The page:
Monday, December 28, 2009

Up in the Air (2009) – Review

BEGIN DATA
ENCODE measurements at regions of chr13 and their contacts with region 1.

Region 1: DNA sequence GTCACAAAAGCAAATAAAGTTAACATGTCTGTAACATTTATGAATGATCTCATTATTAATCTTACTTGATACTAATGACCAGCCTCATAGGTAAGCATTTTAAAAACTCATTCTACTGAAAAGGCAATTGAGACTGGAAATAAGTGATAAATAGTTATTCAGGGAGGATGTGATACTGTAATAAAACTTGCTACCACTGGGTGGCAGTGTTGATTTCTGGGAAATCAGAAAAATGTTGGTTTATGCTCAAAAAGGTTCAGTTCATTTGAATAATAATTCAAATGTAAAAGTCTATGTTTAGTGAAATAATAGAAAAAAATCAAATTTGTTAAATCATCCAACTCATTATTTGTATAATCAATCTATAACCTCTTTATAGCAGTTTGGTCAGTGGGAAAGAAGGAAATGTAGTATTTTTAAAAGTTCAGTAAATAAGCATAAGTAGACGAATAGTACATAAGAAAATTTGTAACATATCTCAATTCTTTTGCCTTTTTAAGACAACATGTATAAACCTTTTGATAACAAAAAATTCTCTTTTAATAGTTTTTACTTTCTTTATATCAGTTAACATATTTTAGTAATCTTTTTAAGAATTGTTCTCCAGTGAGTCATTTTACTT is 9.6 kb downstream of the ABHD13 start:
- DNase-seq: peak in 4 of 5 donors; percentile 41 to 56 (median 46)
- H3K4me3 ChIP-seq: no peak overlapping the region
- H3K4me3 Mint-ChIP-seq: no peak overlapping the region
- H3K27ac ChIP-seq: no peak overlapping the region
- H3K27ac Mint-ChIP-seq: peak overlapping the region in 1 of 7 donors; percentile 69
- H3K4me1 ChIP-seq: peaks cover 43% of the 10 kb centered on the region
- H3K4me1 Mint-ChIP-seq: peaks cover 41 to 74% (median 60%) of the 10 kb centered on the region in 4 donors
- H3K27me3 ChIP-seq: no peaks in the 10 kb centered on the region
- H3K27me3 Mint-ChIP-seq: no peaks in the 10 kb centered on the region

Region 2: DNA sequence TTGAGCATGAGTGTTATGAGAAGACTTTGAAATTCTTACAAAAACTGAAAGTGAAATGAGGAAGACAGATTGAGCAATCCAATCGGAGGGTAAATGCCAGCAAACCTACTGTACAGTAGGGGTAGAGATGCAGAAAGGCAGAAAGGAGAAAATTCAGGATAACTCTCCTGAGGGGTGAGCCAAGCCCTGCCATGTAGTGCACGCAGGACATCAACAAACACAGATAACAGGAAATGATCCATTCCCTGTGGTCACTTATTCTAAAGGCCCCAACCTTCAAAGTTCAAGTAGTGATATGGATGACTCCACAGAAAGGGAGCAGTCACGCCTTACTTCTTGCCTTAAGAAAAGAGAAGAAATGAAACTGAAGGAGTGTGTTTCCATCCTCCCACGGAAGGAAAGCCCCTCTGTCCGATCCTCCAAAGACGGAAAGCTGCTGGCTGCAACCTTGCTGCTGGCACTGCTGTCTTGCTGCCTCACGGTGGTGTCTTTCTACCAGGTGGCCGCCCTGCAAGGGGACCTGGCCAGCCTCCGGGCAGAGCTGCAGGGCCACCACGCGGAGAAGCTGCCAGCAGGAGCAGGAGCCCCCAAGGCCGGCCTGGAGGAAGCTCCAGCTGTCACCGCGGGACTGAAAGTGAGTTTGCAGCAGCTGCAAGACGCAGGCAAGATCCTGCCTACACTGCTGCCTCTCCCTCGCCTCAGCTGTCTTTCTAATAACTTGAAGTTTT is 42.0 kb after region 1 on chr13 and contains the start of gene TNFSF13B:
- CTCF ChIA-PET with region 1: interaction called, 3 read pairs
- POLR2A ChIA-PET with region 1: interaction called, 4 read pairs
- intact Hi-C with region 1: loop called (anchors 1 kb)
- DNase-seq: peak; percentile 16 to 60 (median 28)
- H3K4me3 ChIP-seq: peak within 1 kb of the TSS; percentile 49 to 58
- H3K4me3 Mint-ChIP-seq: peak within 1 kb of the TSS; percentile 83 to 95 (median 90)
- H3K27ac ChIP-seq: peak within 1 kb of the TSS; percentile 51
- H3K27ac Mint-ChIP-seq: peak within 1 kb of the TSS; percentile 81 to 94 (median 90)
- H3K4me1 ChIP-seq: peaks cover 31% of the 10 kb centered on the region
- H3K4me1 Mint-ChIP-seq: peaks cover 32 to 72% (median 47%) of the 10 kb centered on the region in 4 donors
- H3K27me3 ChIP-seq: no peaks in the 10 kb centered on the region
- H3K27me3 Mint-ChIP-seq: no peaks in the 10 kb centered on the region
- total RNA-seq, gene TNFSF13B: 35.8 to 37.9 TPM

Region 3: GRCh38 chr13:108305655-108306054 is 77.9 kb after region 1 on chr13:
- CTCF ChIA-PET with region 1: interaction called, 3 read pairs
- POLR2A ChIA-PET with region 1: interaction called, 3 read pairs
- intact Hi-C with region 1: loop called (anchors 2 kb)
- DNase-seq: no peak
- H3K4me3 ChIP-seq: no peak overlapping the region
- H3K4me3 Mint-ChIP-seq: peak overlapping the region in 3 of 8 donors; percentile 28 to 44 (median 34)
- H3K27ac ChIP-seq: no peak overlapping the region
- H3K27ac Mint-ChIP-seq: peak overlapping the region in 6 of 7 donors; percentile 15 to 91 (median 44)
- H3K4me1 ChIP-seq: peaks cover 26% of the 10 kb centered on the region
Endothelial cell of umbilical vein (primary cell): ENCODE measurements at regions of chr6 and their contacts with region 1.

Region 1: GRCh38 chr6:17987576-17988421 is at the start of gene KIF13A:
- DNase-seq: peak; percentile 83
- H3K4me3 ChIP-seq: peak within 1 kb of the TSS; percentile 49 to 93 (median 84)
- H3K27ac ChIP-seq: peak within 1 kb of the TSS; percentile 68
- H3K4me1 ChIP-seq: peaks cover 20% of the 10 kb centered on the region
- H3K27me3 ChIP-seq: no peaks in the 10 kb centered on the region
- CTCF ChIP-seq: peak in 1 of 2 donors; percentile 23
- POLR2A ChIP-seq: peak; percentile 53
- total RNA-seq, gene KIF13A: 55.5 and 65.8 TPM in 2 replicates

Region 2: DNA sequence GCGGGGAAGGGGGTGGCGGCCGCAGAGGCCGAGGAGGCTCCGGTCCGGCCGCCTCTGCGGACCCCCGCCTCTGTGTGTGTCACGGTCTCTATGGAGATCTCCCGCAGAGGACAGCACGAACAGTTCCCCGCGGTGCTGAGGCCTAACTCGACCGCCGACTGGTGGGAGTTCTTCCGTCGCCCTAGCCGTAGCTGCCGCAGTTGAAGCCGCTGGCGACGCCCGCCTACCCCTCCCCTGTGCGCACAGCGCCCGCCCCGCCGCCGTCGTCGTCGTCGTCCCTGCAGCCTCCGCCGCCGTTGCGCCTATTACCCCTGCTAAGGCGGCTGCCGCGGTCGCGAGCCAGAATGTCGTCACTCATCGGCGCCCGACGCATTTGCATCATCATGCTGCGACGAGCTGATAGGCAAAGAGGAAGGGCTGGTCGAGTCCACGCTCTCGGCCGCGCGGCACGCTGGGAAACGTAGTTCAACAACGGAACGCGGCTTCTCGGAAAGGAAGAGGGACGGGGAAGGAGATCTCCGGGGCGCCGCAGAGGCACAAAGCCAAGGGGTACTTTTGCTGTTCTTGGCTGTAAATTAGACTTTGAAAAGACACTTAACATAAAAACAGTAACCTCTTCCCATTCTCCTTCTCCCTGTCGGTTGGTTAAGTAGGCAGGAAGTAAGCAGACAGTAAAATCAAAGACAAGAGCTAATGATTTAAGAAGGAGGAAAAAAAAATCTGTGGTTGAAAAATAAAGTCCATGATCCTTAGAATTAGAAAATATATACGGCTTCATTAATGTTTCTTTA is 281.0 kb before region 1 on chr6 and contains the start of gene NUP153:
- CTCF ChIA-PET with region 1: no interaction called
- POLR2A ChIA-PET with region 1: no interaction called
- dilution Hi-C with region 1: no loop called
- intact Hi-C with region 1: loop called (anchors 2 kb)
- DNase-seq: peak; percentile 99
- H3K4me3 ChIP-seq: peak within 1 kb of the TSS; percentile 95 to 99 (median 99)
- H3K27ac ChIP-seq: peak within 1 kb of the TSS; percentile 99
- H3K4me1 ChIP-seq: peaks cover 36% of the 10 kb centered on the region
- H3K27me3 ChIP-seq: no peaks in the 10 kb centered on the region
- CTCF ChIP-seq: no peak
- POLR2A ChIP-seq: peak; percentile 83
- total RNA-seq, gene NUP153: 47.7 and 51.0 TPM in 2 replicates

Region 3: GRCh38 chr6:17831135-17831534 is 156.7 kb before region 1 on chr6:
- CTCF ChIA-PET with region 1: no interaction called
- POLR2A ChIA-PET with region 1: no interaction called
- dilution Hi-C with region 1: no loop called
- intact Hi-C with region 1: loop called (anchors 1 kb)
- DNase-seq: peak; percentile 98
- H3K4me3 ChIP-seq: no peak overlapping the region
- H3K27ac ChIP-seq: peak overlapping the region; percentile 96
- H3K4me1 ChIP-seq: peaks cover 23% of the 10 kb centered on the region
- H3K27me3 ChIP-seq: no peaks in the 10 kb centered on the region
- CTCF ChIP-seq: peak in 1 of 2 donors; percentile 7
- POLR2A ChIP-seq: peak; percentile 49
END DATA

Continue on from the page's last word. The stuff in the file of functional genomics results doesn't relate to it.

Up in the Air is funny, insightful and a film for the times, yet ultimately depressing (but still good, not everything needs to leave the viewer happy). The most striking aspect of the film is how well it fits today’s American psyche. The film does have a sense of hope to it, yet lives in the tough times, both personal to the characters but also for America and Americans as a whole. While the film can be appreciated by any audience, it feels like an American film. It is almost a deconstruction of the American Dream or promise, shown remarkably through what appears to be real life videos of employees initially dealing with being terminated. The journey taken by George Clooney’s character is transformative, yet appears to be tried and true terrain of a character set in their ways, not believing in love, who falls in love and that changes everything – yet this film approachs the world as if it were real, and in the real world people are complex and things do not always work out – this leaves Clooney with a choice, and the result up for interpretation by the audience. Leaving an ending up to the audience to determine is a tricky device that often leaves the film feeling incomplete, but a credit to director Jason Reitman Up in the Air’s ending works quite well. It does not let the Clooney character off the hook, but there is a sense of optimism for the future (which again plays into the need for Americans to feel like it is getting better) aided by the employee videos explaining how the change (aka being let go) ended up resulting in something good for them. Technically the film is sound, Reitman makes a few odd decisions, but overall he has made a fine looking film. Most notably odd is his choice to film the wedding scene almost like a home video while the rest of the film is not done in that style, it will not bother most, but just seemed strange and unnecessary. The narrative structure of the film also lags at times in the first half of the film, but once the main story picks up, and the Anna Kendrick character comes into the film it really flows. Rolfe Kent’s score felt a bit underwhelming as well. However, Reitman succeeds at garnering great performances throughout. Clooney sort of glides through the movie playing his typical sort of character/role, but it worked perfectly for what the character and film needed. Vera Farmiga is also quite good. The surprise standout though is Kendrick. She is pitch perfect in her role (I look forward to see how she develops the rest of her career, Twilight films aside). The film also has a number of comedians like Zach Galifianakis, Jason Bateman and Danny McBride, yet it is only Galifianakis that is given any comical work to do (his opening bit is fun). Up in the Air is an American film just at the right time. 8/10

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